Star Trek: Section 31: Disavowed by David Mack
Amoral, shrouded in secrecy, and answerable to no one, Section 31 is the mysterious covert operations division of Starfleet, a rogue shadow group committed to safeguarding the Federation at any cost. Doctor Julian Bashir sacrificed his career for a chance to infiltrate Section 31 and destroy it from within. Now it’s asking him to help it stop the Breen from stealing a dangerous new technology from the Mirror Universe—one that could give the Breen control over the galaxy. It’s a mission Bashir can’t refuse—but is it really the shot he’s been waiting for? Or is it a trap from which even his genetically enhanced intellect can’t escape?
Following the events in The Fall miniseries, Bashir has been forced to resign from Starfleet and is living with the Andorians. When Section 31 approaches him to help with an important mission, Bashir decides to take them up on the offer in order to take them down from the inside out.
Disavowed is first in a new series that centers on a favorite of mine – Section 31. The majority of the story takes place in the Mirror Universe, as the Breen try to steal technology. Full of adventure and intrigue (what makes Section 31 so great), this first installment is a must-read for serious Star Trek fans. It’s fast-paced and impossible to put down. I enjoyed a prior Mirror Universe storyline that got a gripping continuation as well. Events build to an exciting ending that left me wanting more. I hope to see more in this series soon.
Today Audible Studios released Legion: Skin Deep, the next audiobook by mega-bestselling science fiction author Brandon Sanderson. Audible will be giving the audiobook away for free for the first month that it’s out.
Check out a clip of the audiobook here: https://soundcloud.com/audible/legion-skin-deep/s-7sgzP
And the link to Brandon Sanderson’s latest free audiobook Legion: Skin Deep: http://audible.com/skindeep
To Go, or Not to Go
The human boys had an expression back in the faraway city of Vaarn where I was born. It went like this:
Curiosity killed the cat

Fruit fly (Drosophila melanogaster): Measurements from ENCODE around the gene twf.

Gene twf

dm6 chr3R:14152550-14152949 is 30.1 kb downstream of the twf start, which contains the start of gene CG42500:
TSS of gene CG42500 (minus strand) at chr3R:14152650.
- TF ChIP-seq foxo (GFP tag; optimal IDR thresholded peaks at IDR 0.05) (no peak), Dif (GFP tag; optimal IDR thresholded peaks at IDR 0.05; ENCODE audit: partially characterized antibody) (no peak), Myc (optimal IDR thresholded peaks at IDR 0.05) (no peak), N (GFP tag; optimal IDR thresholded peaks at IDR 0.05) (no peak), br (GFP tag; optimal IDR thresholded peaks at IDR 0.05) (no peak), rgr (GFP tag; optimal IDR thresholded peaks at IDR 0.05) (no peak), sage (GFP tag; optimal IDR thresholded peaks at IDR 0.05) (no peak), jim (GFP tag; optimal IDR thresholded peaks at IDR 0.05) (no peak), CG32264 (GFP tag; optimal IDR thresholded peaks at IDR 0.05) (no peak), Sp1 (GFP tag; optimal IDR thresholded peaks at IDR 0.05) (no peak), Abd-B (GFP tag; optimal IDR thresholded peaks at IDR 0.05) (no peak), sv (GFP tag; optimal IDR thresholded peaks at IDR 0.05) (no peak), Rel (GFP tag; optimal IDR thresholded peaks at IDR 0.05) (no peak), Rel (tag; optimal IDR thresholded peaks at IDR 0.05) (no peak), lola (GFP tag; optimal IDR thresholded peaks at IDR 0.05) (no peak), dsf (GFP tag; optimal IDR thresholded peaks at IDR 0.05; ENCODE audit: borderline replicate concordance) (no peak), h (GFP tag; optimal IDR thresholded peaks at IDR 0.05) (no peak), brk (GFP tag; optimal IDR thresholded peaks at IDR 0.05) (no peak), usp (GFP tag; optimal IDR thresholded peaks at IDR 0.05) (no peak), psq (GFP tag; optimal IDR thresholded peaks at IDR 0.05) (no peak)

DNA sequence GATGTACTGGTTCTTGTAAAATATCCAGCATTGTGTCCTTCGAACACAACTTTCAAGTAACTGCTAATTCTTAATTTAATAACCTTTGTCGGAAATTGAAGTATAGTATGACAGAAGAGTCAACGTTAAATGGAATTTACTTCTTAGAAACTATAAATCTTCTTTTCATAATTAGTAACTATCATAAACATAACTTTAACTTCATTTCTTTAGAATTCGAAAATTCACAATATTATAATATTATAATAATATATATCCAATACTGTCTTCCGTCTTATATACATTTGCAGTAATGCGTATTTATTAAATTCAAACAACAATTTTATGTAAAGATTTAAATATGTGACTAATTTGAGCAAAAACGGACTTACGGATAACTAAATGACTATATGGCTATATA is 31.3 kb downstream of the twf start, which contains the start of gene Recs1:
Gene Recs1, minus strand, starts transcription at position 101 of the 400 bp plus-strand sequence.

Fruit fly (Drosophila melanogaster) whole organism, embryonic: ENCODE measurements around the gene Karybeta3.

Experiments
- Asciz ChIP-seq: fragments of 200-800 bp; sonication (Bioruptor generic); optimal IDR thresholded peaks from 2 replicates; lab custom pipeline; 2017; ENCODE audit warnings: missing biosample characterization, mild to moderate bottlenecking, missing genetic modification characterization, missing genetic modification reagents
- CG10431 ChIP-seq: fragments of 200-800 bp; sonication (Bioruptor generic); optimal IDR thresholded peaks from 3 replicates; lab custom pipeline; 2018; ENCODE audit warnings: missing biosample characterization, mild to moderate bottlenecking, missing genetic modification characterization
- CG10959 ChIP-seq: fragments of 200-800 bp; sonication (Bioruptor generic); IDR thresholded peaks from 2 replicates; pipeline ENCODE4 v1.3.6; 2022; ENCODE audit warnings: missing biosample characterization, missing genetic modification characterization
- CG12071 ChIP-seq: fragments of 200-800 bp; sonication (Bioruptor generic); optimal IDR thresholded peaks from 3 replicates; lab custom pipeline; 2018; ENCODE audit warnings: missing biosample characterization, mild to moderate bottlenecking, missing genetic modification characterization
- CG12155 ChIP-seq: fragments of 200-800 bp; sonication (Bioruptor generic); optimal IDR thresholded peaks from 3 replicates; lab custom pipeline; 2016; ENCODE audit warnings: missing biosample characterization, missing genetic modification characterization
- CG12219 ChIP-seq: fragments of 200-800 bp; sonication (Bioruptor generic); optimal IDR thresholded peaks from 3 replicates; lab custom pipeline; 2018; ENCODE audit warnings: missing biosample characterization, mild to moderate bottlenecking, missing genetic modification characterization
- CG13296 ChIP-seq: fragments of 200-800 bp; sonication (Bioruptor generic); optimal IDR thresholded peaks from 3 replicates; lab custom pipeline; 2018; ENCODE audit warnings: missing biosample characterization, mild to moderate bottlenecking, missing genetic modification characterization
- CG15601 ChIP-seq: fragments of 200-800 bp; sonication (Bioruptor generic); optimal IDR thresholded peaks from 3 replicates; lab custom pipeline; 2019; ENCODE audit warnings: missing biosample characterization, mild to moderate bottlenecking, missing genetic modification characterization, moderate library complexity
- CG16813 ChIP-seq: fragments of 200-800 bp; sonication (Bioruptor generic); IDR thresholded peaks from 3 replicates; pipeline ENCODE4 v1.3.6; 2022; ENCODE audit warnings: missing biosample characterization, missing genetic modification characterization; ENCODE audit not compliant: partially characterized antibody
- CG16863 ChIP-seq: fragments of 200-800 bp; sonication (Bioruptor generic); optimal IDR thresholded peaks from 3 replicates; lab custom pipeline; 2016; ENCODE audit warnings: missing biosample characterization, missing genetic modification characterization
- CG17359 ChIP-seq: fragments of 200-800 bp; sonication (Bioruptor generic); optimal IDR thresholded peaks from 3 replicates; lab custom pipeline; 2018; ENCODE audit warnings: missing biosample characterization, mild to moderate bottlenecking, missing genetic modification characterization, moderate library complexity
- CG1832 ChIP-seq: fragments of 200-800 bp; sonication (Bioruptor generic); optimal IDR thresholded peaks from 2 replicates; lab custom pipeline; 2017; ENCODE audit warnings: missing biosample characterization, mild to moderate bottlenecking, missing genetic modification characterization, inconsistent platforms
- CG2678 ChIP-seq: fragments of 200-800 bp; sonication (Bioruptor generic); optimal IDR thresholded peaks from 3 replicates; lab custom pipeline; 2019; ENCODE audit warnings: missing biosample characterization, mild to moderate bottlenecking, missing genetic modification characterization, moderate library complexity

Satisfaction brought him back
I am a curious person. I was just as curious back in my early days in Vaarn as I am now, perhaps even more so, because my curiosity had not yet been given a chance to be satisfied.
The first time I heard this expression, I was very excited. I thought it meant that my curiosity could make me feel like I was dying, but it would let up if I discovered the answer to whatever was making me curious.
I told my mother about the rhyme. She was not impressed. In fact, she looked at me as if I had just set my own hair on fire on purpose. She patted my chin, which was woefully free of any sign of the beard that should have been growing there.
“That’s very nice,” she said, returning to her chores. “But just in case nobody told you, you are not a cat, Ven. Unlike you, cats have whiskers.”
My pride stung for days afterward.
But it didn’t stop my curiosity from growing as fast as my beard should have been.
My name is Charles Magnus Ven Polypheme, Ven for short. Unlike the human boys in Vaarn, I am of the race of the Nain. Nain are somewhat shorter than humans, and grumpier. They live almost four times as long as humans, and tend to be much less curious, and much less adventurous. They hate to travel, don’t swim, and generally do not like other people. Especially those who are not Nain.
I clearly am not a good example of my race.
First, I am very tall for a Nain, sixty-eight Knuckles high when I was last measured on the morning of my fiftieth birthday. I’ve already mentioned my uncontrollable curiosity, which brings along with it a desire for adventure. I have been blessed, or cursed, with quite a lot of that recently.
But as for the curiosity, while I’ve had a lot of satisfaction for the questions it has asked me, it doesn’t seem to matter. As soon as one burning question is answered, another one springs to mind immediately. As a result, I am frequently in trouble.